New tool is part of a broad push by the industry to increase carbon credit integrity by harnessing technology innovation.
A tracking tool recently released by third-party carbon credit verification organisation Verra – which aims to boost the transparency of carbon capture and sequestration products – is among the latest in a wave of initiatives utilising digital solutions to tackle market mistrust and confusion.
Verra’s Project Tracker tracks the status and progress of each carbon credit project from the initial listing to registration, validation, and verification.
Speaking to ESG Investor, Joel Finkelstein, Senior Director of Media and Advocacy at Verra, described the organisation’s decision to introduce the Project Tracker as an “important and perhaps inevitable step towards increased transparency and responsiveness”.
Finkelstein said that the tracker will provide users with the ability to track feedback and get updates in “pretty much real time”. The new digital platform will “significantly reduce” back and forth correspondences which “increases efficiency”, he added.
The Project Tracker is the first tool released from the Verra Project Hub.
As part of the initiative, Finkelstein said that Verra is moving forward on other types of functionalities but declined to provide a timeline for introduction of the hub’s complete capabilities. “We want to get it right and these things take time,” he said.
Verra’s Project Hub will expand to facilitate the online submission of new projects for review, a digital assessment of projects’ non-permanence risk, and offer direct interaction with the auditors of carbon capture projects.
Finkelstein described Project Tracker as the “first piece of a pretty comprehensive and far-reaching digitalisation initiative” that Verra hopes will “streamline and transform the experience of engagement” with the organisation’s registry for multiple stakeholders.
“There’s much more to come that will significantly increase speed, efficiency, and transparency,” Finkelstein said.
“At the end of the day, it all adds to the integrity of the system.”
Overcoming offset uncertainty
Carbon credits from projects certified by Verra and its peers can be bought and sold through voluntary carbon markets (VCMs). The VCM market reached US$2 billion last year – with around 500 million carbon credits traded – and is expected to reach as much as US$1 trillion by 2037.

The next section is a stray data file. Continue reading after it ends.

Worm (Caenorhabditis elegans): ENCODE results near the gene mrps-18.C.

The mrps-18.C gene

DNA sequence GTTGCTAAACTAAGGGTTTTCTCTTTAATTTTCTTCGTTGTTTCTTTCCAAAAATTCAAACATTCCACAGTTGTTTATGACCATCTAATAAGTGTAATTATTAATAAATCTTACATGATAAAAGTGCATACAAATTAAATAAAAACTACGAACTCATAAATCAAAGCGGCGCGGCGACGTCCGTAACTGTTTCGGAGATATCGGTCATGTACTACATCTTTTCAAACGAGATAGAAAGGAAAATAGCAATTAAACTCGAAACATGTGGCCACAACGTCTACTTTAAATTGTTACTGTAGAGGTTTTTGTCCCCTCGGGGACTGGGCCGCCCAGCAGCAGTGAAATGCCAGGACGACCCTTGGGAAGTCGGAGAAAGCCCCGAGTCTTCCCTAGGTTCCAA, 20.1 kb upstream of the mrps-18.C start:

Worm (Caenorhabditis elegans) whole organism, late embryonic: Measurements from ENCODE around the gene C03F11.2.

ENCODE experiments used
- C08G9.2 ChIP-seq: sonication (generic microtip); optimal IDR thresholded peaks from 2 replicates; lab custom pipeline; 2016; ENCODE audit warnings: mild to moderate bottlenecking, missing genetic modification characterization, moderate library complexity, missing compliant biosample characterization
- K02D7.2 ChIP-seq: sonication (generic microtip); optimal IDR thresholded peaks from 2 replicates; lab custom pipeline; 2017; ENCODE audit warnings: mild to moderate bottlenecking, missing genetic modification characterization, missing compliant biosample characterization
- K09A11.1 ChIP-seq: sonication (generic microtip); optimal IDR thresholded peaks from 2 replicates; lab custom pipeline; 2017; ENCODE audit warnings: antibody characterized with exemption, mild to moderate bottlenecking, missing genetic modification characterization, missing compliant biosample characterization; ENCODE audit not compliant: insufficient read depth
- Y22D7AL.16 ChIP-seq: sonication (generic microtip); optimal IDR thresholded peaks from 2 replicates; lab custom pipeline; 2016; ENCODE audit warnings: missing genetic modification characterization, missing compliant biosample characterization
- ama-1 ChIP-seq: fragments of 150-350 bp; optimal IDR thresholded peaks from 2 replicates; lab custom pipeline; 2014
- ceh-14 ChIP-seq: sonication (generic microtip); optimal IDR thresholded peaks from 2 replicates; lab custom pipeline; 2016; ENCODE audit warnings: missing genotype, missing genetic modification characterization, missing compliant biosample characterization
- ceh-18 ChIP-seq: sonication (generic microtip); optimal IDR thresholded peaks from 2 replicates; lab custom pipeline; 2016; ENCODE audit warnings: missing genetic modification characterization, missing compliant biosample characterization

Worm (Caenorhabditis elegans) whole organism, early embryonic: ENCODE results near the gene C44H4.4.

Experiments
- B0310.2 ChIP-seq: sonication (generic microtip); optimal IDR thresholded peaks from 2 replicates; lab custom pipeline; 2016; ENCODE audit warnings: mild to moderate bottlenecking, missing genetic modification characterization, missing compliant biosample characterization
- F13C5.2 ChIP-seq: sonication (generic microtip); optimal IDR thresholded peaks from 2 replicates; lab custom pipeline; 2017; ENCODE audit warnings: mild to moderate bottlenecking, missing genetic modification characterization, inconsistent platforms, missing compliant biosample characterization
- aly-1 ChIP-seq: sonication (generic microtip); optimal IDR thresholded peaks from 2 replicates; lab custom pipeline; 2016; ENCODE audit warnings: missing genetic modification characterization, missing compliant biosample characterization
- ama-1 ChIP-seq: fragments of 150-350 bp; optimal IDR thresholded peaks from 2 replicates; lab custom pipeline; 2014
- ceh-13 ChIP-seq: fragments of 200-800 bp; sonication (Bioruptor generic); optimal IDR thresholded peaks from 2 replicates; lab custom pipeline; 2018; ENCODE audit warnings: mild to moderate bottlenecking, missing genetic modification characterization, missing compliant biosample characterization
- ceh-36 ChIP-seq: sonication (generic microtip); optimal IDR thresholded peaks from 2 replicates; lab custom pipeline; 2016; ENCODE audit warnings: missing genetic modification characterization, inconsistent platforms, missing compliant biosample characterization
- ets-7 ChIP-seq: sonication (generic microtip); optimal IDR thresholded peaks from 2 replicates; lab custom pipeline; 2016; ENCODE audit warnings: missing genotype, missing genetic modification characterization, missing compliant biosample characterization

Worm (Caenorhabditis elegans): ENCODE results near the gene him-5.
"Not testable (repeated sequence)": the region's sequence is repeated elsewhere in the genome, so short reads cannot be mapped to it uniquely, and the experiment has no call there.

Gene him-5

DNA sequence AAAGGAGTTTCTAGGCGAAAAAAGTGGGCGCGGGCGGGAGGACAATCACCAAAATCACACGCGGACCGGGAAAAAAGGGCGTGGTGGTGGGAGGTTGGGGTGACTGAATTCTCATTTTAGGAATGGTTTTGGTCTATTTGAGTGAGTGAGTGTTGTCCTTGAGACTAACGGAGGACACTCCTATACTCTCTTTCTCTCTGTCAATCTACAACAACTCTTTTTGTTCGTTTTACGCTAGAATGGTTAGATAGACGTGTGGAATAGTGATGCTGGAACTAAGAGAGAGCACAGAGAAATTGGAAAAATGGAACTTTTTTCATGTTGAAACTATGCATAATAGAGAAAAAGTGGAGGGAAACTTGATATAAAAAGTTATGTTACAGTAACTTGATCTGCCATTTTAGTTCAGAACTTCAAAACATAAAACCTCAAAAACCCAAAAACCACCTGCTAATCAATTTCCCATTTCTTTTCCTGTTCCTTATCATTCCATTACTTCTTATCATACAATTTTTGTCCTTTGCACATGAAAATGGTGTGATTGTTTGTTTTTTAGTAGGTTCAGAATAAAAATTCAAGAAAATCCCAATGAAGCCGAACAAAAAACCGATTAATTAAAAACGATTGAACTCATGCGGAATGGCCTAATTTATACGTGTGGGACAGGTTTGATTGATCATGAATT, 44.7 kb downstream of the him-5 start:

Finkelstein said that there is a “real need” for project proponents to have “transparency, ease of use and speed with a more regular timeline” to provide greater certainty to institutional investors and the market more broadly.
“Our stakeholders want to hear back from us more efficiently and more quickly,” he added. “They need information at their fingertips.”
Simon Puleston Jones, CEO of carbon brokerage and advisory firm Climate Solutions, told ESG Investor that the “widespread availability of accurate, affordable and timely data” in relation to carbon abatement projects is “critical if carbon markets are to scale”.
Reducing emissions from deforestation and forest degradation in developing countries (REDD) is an example of a carbon abatement project. These projects forecast the amount of deforestation they will prevent, with companies such as Verra assessing and verifying these claims. Once the claims are certified, they can be used to generate carbon credits, using an approved formula to convert it into saved CO2. These credits can then be purchased by companies or individuals to offset their own carbon emissions.
Earlier this year, Verra was criticised following an investigation which claimed only a “handful” of rainforest projects approved by the carbon credit verifier showed evidence of deforestation reductions, with 94% of the credits produced creating no benefits for the climate making them worthless.
Verra rebutted the claims.
In June, the organisation launched a public consultation on proposed changes to its Verified Carbon Standard (VCS) Program to “strengthen and update” its rules. The consultation closed at the end of July and Verra is currently reviewing comments and finalising its proposals ahead of a scheduled announcement at the end of this month.
Carbon credit clarity
The introduction of Verra’s Project Hub aims to heighten transparency and improve the overall integrity of its carbon credits.